Wilkins, John, A discovery of a new world : or a discourse tending to prove, that 'tis probable there may be another Habitable World in the Moon ; with a discourse concerning the Probability of a Passage thither; unto which is added, a discourse concerning a New Planet, tending to prove, that 'tis probable our earth is one of the Planets

Page concordance

< >
Scan Original
221 41
222 42
223 43
224 44
225 45
226 46
227 47
228 48
229 49
230 50
231 51
232 52
233 53
234 54
235 55
236 56
237 57
238 58
239 59
240 60
241 61
242 62
243 63
244 64
245 65
246 66
247 67
248 68
249 69
250 70
< >
page |< < (63) of 370 > >|
That the Earth may be a Planet.
    <echo version="1.0RC">
      <text xml:lang="en" type="free">
        <div type="section" level="1" n="58">
          <p>
            <s xml:space="preserve">
              <pb o="63" file="0243" n="243" rhead="That the Earth may be a Planet."/>
            riſing of it in the midſt, does ſo intercept
              <lb/>
            our ſight from either of thoſe places, that
              <lb/>
            we cannot look in a ſtreight Line from the
              <lb/>
            one to the other. </s>
            <s xml:space="preserve">So that it may ſeem to be
              <lb/>
            no leſs than a Miracle, by which the Sea
              <lb/>
            (being a heavy Body) was with-held from
              <lb/>
            flowing down to thoſe lower places of B, or
              <lb/>
            C. </s>
            <s xml:space="preserve">But now, if you conſider that the aſ-
              <lb/>
            cending of a Body, is its motion from the
              <lb/>
            Centre; </s>
            <s xml:space="preserve">and deſcent, is its approaching
              <lb/>
            unto it: </s>
            <s xml:space="preserve">you ſhall find, that the Sea to move
              <lb/>
            from D, to B or C, is a motion of Aſcent,
              <lb/>
            which is contrary to its nature, becauſe the
              <lb/>
            Mountain at B, or C, are farther off from
              <lb/>
            the Centre, than the Sea at D, the Lines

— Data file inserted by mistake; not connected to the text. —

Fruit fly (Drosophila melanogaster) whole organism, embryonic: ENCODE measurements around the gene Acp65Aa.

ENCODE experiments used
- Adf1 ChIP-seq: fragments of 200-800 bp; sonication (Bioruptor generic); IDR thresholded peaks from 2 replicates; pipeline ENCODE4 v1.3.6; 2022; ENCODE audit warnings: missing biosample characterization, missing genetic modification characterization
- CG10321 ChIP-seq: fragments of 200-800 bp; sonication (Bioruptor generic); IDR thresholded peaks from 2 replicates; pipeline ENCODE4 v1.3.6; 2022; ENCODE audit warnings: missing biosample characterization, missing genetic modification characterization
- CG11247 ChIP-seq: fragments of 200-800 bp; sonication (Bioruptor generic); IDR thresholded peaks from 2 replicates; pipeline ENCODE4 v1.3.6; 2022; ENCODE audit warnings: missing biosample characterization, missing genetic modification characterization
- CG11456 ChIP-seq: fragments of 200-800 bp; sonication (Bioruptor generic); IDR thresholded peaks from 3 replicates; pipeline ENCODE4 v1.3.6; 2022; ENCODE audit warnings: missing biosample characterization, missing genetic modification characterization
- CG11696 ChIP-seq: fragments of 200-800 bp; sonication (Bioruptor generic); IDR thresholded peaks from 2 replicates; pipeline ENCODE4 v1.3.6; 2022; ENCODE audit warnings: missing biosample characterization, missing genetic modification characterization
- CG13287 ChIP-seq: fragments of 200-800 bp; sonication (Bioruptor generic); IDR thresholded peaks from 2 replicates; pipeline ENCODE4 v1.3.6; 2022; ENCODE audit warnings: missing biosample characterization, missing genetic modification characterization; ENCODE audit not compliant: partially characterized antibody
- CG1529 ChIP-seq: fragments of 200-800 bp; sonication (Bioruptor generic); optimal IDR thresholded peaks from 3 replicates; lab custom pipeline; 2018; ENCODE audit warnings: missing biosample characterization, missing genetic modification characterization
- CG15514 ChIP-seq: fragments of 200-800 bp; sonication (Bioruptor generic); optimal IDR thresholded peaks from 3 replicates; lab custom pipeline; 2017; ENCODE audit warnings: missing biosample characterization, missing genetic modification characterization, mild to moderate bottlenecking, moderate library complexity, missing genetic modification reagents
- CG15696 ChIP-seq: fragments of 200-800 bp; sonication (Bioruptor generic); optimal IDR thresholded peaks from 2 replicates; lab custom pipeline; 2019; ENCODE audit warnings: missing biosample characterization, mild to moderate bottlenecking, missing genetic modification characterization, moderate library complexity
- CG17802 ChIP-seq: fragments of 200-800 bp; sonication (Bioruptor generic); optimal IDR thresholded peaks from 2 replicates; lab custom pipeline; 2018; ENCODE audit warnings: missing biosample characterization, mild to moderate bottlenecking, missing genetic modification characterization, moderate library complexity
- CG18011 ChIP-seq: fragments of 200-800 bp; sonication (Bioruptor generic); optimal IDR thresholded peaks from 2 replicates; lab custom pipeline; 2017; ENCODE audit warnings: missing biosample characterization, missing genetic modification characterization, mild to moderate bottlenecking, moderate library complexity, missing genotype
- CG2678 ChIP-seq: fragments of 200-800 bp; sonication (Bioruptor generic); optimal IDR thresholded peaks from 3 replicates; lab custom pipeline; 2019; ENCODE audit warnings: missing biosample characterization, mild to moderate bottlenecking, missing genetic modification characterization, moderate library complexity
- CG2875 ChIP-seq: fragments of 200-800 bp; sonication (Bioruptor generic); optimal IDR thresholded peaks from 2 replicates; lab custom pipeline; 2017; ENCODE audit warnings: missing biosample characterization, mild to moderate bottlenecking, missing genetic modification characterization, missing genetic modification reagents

<lb/>
            A B, and A C, being longer than the other
              <lb/>
            A D. </s>
            <s xml:space="preserve">So that for the Sea to keep always
              <lb/>
            in its Channel, is but agreeable to its Na-
              <lb/>
            ture, as being a heavy Body. </s>
            <s xml:space="preserve">But the mean-
              <lb/>
            ing of thoſe Scriptures, is, to ſet forth the
              <lb/>
            Power and Wiſdom of God; </s>
            <s xml:space="preserve">who hath ap-
              <lb/>
            pointed theſe Channels for it, and beſet it
              <lb/>
            with ſuch ſtrong Banks, to withſtand the
              <lb/>
            fury of its waves. </s>
            <s xml:space="preserve">Or if theſe Men do ſo
              <lb/>
            much rely in natural Points, upon the bare
              <lb/>
            words of Scripture, they might eaſily be
              <lb/>
            confuted from thoſe other places, where
              <lb/>
            God is ſaid to have founded the Earth upon
              <lb/>
            the Seas, and eſtabliſhed it upon the Floods.
              <lb/>
            </s>
            <s xml:space="preserve">From the literal interpretation of which,
              <lb/>
            many of the Ancients have fallen into ano-
              <lb/>
            ther Error; </s>
            <s xml:space="preserve">affirming, the Water to be in
              <lb/>
            the lower place; </s>
            <s xml:space="preserve">and as a baſis, whereon the
              <lb/>
            the weight of the Earth was born up. </s>
            <s xml:space="preserve">Of</s>
          </p>
        </div>
      </text>
    </echo>